Las Vegas ballpark bill gets slow start in second special session, faces hardball questions from lawmakers

Published: Jun. 8, 2023 at 10:01 AM PDT
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LAS VEGAS, Nev. (FOX5) - A marathon 15-hour legislative day kicked off day one of Nevada’s second special session, all to review the Las Vegas Stadium Bill for the Oakland A’s.

Governor Joe Lombardo issued a proclamation at 11:30 p.m. Tuesday night, after a first special session to tackle a $1 billion Capital Improvement Budget. The proclamation has no ending timeframe.

The package in SB1 includes $180 million in state tax credits, $120 million in Clark County bonds, and $25 million in county funding. The initial bill never made it out of committee on a Memorial Day hearing.

The entire Senate heard a similar presentation from Steve Hill of the Las Vegas Convention and Visitors Authority and Jeremy Aguero of Applied Analysis. Economic benefits touted include more than 14,000 construction jobs and 10,000 jobs tied to operations, more than 80 games and close to 100 live events.

“It can allow Las Vegas as a city, as a sports destination, as the Sports Capital of the World to move forward,” Hill said to the Senate Committee as a Whole, stating conventions need more venues, and music acts and other sporting events seek more options for locations.

“This does sound like an exciting opportunity for Nevada,” said State Sen. Lisa Krasner.

Other lawmakers voiced concerns about the rushed and unexpected process.

“We are now ten days removed from that hearing in a second special session that has forced taxpayers to spend another $250,000 a day to keep us here. Yet what is before us today is the exact same bill that we heard ten days ago,” State Sen. Rochelle Nguyen said. Nguyen had asked for guarantees of community benefits.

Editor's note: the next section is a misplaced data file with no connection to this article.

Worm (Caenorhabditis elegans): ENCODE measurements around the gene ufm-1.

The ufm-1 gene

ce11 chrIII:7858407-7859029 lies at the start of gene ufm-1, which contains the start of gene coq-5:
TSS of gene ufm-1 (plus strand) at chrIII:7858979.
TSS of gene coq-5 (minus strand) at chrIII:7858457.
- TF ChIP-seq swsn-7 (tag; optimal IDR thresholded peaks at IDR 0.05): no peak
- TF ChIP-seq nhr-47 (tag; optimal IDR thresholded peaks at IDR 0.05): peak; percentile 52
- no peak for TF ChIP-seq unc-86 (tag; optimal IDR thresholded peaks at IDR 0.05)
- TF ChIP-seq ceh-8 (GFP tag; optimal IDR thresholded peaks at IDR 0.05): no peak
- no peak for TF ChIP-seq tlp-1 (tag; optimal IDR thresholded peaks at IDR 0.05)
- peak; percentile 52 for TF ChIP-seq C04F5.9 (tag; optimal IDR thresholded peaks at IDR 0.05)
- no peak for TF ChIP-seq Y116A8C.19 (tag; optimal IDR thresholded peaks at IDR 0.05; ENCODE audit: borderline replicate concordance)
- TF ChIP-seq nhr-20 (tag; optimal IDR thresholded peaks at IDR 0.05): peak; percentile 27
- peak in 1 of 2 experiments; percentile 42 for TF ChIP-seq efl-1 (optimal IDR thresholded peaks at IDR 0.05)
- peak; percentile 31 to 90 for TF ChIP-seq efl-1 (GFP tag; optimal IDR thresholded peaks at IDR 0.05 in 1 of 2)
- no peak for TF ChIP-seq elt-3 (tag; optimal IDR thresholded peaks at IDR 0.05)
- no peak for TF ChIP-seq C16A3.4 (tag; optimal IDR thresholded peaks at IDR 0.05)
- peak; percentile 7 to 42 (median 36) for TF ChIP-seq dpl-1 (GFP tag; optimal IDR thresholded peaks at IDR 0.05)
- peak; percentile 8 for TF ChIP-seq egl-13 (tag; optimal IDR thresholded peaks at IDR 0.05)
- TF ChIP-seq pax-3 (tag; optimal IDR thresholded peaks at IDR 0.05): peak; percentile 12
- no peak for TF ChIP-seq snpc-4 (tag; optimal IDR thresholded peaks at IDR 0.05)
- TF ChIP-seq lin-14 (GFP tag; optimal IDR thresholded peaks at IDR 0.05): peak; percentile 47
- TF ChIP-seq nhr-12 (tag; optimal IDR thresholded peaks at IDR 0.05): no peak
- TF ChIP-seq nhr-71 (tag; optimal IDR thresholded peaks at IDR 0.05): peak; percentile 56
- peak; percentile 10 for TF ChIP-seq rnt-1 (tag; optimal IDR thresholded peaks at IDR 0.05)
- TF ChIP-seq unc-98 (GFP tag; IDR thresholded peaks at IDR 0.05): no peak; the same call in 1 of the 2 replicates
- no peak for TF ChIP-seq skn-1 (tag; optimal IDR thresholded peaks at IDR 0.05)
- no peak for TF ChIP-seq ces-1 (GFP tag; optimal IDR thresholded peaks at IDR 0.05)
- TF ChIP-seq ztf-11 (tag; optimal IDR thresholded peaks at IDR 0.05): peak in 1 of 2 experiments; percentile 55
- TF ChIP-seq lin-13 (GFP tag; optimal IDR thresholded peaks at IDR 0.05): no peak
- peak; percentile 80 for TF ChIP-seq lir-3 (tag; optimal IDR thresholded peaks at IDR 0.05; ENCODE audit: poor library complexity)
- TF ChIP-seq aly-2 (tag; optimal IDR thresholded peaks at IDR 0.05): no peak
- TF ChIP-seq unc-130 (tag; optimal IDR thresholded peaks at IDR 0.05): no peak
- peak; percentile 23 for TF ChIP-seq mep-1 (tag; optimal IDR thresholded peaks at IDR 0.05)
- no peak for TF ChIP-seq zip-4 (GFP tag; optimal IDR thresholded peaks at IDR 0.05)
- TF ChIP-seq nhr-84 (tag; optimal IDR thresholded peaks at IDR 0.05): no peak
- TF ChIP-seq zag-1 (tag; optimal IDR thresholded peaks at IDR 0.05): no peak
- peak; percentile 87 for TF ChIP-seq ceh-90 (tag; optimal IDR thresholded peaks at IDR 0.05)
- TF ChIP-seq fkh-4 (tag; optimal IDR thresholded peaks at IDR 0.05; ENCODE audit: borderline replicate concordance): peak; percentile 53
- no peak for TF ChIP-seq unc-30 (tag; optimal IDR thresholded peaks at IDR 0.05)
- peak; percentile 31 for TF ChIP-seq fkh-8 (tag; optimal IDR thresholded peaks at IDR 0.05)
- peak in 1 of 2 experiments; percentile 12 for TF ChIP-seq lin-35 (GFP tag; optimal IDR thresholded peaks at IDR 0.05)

“Transferring a team and utilizing Nevadans’ money-- we’ve been here 10 days. It’s concerning to me,” said State Sen. Edgar Flores. He asked for a community track record in Oakland, and a written statement or press conference on community benefits and contributions, or even an amendment in state law.

Projections state that 2.5 million visitors will attend games, annually, in the smallest ballpark in Major League Baseball at 30,000 seats.

“Is it reasonable the A’s will triple attendance in year one, two and three?” said State Senator Dallas Harris, noting the attendance projections averaging 27,000 a game.

“By building a new asset... it becomes a draw,” Aguero said, stating that initial attendance will be high for the first few years and eventually level off.

The Oakland team currently has the lowest attendance in Major League Baseball.

Lawmakers asked about potential fiscal impacts to the state and to Clark County residents’ property taxes if projected revenues fall short, and the team fails to fulfill their debt payments. FOX5 has reported that Clark County officials negotiated specific terms to prevent that scenario as much as possible.

“What is the worst-case scenario in case things don’t go well?” Harris asked.

Aguero noted the project would have four years of debt service reserves, which would be fully depleted if there were zero revenue for four years.

“That’s a pretty unlikely scenario considering the order of magnitude,” Aguero said. During the pandemic, when the stadium generated no revenue, Clark County dipped into its debt service reserves to make bond payments.

Lawmakers also voiced concerns about traffic. Hill said that Clark County and the team will have discussions on infrastructure improvements.

A high-level official tells FOX5, the team would have to pay for any additional improvements outside the $25 million in the bill for infrastructure, public works and stadium improvements. A pedestrian bridge could cost $20 million.

For the ballpark bill to pass, SB1 needs a Senate Committee of the Whole vote, then a vote by the entire Senate; then as the bill heads to the Assembly, it would require an Assembly Committee of the Whole vote, then a whole Assembly vote.